83.0%
1,234
2.0×10-168
OsV5_197f
Ostreococcus tauri virus RT-2011
286
55.0%
808
1.0×10-103
OtV6_175
Micromonas sp. RCC1109 virus MpV1
287
51.0%
764
5.0×10-97
MpV1_177
Micromonas pusilla virus SP1 (MpV-SP1)
269
40.0%
532
2.0×10-62
MPXG_00096
Micromonas pusilla virus PL1
269
40.0%
519
2.0×10-60
MPWG_00076
Actinoplanes friuliensis DSM 7358
435
28.0%
246
2.0×10-20
AFR_30340
Actinoplanes sp. N902-109
442
27.0%
238
2.0×10-19
L083_5877
Paraprevotella clara CAG:116
325
30.0%
229
1.0×10-18
BN471_01612

All of these hits except the last 3 are viral PFK proteins. The last 3 organisms in the table (representing the best non-viral hits) are bacteria. Notice that the %ID (percentage of identical amino acids in the protein sequence) quickly drops off as you go from Micromonas pusilla virus to bacteria. Also notice, the viral host organisms are nowhere in sight. The viral PFK does not match the host PFK (meaning, perhaps, that one does not derive from the other, or that they do derive from each other but have diverged so far apart, over the millennia, that they're no longer similar).

There are no other glycolysis enzymes (as far as I know) in the viral genomes. So what on earth is PFK doing there?

Interesting you should ask.

First, it's been known for some time that fructose-1,6-biphosphate (the end product of the reaction catalyzed by PFK) has the effect of delaying cell death in animal tissues. In the cell nucleus, fructose-1,6-biphosphate isn't just a metabolic intermediate, but an important signalling molecule.

When University of Louisville scientists overexpressed PFK in HeLa cells, they observed increased cell proliferation. HeLa cells, like most eukaryotic cells, have several forms of the PFK enzyme, and one is localized to the nucleus. When the nuclear enzyme is overexpressed, it leads to increased expression of several key cell cycle proteins, including cyclin-dependent kinases (proteins that control the mitosis cycle).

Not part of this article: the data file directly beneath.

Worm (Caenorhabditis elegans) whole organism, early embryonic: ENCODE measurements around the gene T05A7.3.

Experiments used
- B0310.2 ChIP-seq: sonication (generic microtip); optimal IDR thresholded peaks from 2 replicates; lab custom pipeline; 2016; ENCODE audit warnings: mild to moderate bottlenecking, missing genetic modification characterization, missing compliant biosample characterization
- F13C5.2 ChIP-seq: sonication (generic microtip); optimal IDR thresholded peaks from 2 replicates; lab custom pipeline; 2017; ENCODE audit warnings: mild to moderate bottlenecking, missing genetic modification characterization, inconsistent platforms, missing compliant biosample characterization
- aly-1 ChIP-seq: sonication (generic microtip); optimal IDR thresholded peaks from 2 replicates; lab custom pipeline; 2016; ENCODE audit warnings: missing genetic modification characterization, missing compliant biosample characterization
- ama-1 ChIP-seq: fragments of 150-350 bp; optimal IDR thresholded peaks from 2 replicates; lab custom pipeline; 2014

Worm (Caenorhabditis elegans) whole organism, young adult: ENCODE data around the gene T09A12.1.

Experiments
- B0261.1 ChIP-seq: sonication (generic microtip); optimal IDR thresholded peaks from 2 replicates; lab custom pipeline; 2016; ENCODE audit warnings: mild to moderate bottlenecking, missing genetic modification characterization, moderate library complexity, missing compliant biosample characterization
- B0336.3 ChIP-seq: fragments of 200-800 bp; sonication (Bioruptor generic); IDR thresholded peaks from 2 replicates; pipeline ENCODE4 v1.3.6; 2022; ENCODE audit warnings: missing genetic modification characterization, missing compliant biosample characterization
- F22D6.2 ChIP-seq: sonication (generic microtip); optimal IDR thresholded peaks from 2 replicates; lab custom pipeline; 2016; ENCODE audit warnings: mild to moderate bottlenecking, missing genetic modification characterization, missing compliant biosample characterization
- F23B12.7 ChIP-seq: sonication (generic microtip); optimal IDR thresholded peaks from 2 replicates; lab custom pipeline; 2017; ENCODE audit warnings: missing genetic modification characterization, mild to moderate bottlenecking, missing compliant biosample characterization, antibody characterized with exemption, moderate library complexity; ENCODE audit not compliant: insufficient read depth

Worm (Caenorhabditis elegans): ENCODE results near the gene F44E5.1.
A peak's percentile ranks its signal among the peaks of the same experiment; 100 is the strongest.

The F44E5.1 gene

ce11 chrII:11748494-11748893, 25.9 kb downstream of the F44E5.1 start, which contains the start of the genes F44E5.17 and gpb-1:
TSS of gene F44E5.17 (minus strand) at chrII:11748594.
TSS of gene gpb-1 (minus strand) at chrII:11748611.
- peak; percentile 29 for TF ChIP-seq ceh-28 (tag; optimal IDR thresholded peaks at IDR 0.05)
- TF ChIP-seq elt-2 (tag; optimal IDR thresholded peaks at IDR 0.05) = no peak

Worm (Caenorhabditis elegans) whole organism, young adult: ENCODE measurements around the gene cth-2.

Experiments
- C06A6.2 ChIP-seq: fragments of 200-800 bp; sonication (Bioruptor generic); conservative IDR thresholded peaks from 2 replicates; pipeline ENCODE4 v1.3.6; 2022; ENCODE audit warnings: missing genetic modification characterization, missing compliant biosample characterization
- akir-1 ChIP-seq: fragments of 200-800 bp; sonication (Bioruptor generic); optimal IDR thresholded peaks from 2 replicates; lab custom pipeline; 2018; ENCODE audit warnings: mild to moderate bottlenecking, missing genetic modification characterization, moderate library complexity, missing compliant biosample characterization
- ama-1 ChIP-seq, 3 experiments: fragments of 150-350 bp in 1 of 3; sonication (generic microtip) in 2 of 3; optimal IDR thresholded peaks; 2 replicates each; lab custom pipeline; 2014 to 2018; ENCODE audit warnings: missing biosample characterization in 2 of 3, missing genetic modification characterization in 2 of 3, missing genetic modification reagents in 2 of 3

When I read about the University of Louisville work, I decided to run a BLAST search against viral genomes using the CDKA1 (cyclin-dependent kinase) gene of Arabidopsis thaliana (a commonly studied plant) as a query, to see if any viruses come with their own CDK enzymes. I got 465 hits (all viral), albeit mostly of low quality (33% identities, best E-value 10-31), for proteins variously identified as "uncharacterized protein," "putative serine/threonine protein kinase," "cyclin-domain fused to serine-threonine kinase," and so on.

Ordinarily I'd dismiss hits of this low quality level as being spurious. But experience has shown that viral enzymes are pretty much always "weak-signal" hits when probed with a non-viral query. In plain English: Viral proteins rarely show much homology with their supposed host orthologs. In this case, I'm willing to believe that a good many of the Arabidopsis CDKA1 hits do, in fact, represent cyclin-dependent kinases encoded by viruses. It's the kind of dastardly thing large DNA viruses are capable of.

Let's put it this way: If no large DNA virus encodes a cyclin-dependent kinase, I'd be very surprised. Viruses are good at figuring out how to prolong the life of a cell that doesn't even know it's dead yet.

Phosphofructokinase proves it.